The only way is to do a full amino acid analysis. There is a two fold reason for this. One it will show if the percentage of amnio acids found in the sample match the % of amino acids that SHOULD be in the LR3. Because we know from the sequence how many glutamaine, leucine, aspartamate etc are in one chain of LR3. So when you do an amino acid analysis those percentages should match up. For example, if your sample shows up with an amino acid that doesnt even exist in the LR3 chain you know something is screwy.
The second reason for the amino acid analysis is that it will tell you within 10micrograms what the total weight of the protein you are testing for in that vial. What is the point of having a pure IGF LR3 but it really is 0.1mg vs 1mg or 10mg.
AMINO ACID ANALYSIS NOT WILL CONFIRM AND BACK UP WHAT YOU FOUND IN THE MASS SPEC BUT ALSO TELL YOU THE TOTAL WEIGHT OF PRODUCT IN GIVEN SAMPLE.
This is what a typical amino acid analysis looks like. I have taken out the name of the sponsor because this is not meant to be an advertisement and strictly educational. But you can see that we have the different amino acids listed on the left and what the known percentages should be vs what is the calculated from the sample. There is always a deviation allowed up to 1.0-1.5% considered very acceptable. You can see in this report that at the bottom there was a total of 952micrograms of LR3 found which is 0.952mg that is as close as to the 1.0mg advertised on the vial as you can get. You can also see that there was a slight amount of Histidine found in this sample. If you look at the sequence of IGF LR3 there is no Histidine found anywhere so to find it means that a very small sample had Histidine attached that were not cleaved off during the purification process. This is why amino acid analysis is so important.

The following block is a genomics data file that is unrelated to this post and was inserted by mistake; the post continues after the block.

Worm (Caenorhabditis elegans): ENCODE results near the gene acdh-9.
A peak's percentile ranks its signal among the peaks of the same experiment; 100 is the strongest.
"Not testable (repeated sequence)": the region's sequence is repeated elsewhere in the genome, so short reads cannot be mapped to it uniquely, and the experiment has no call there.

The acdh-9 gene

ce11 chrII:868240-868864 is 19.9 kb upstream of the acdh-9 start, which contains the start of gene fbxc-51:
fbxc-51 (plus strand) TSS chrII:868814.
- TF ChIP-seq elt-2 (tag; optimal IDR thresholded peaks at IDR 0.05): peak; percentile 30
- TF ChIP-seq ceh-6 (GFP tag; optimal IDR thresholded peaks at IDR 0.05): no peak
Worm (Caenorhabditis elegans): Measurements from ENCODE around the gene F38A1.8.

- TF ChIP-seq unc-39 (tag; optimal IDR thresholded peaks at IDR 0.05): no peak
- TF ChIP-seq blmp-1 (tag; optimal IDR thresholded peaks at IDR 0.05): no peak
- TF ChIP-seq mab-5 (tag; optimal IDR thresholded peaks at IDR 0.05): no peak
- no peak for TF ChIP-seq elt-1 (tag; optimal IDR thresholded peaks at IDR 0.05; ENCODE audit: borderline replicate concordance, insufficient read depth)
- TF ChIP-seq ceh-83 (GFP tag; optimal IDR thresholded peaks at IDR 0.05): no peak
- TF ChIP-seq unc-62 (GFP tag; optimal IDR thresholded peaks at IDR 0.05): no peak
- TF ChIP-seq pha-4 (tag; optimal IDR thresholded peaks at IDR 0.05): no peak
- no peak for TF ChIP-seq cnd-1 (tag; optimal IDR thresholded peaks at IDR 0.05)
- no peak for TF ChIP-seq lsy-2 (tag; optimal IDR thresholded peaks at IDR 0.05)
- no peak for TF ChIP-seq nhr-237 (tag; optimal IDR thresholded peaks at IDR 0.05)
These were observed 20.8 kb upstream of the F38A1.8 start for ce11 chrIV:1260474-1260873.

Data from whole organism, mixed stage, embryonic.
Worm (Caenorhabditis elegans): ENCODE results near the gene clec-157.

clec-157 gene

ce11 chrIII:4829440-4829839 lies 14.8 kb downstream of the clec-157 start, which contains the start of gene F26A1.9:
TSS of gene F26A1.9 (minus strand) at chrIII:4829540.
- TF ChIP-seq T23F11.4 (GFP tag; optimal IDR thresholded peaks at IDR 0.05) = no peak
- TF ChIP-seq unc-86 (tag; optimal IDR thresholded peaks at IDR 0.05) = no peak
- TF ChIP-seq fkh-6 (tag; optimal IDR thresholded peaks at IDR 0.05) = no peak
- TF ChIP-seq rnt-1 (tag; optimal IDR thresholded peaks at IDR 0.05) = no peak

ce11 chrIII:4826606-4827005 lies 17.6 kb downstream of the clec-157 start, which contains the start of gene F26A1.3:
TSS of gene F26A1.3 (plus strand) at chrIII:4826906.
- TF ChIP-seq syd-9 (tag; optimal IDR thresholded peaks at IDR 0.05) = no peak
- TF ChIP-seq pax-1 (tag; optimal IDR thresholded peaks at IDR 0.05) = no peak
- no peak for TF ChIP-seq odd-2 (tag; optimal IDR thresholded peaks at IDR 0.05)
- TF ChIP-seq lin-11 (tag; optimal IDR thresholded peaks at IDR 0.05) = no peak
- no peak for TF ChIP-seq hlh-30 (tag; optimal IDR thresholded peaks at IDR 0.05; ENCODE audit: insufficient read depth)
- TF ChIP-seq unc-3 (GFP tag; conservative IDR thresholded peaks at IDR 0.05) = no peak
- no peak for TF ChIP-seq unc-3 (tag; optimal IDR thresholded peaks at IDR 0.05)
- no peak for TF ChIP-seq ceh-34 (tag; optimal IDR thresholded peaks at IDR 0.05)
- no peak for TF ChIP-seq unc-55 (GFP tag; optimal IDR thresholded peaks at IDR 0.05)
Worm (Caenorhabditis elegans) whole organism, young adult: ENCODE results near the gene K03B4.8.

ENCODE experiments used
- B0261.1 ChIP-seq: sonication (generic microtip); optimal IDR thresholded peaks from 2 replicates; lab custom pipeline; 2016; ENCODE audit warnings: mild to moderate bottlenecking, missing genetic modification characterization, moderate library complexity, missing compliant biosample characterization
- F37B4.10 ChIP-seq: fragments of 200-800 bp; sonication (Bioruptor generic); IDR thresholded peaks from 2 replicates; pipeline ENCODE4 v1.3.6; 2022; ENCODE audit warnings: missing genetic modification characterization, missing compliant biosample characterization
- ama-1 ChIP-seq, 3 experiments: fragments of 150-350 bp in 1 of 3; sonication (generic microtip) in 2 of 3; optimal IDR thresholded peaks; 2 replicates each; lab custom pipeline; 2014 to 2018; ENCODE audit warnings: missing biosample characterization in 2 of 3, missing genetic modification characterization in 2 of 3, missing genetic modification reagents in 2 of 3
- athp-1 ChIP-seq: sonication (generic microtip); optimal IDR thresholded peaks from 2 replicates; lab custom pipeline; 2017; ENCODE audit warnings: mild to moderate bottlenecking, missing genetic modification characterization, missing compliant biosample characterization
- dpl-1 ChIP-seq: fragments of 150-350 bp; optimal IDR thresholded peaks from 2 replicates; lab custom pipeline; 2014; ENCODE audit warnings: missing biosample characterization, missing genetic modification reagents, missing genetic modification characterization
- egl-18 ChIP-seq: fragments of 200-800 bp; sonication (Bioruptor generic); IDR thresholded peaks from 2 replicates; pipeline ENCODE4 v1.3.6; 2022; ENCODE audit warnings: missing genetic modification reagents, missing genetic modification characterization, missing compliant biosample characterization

So what do we learn from all the above? No to be a sheep and just swallow everything that is fed to you. The only way any sponsor can prove to you what they are selling as far as a peptide /protein of any sort is to show you a proper Mass Spec report WITH a full amino acid analysis. One without the other is worthless. Just showing you a mass spec is worthless. Showing you HPLC reports and SDS PAGE reports shows that they really have no idea what they are doing. Please pass this information on as this should be a must read for everyone researching. Good luck
I would like to give a special Thanks to Alpha for supplying us with this information!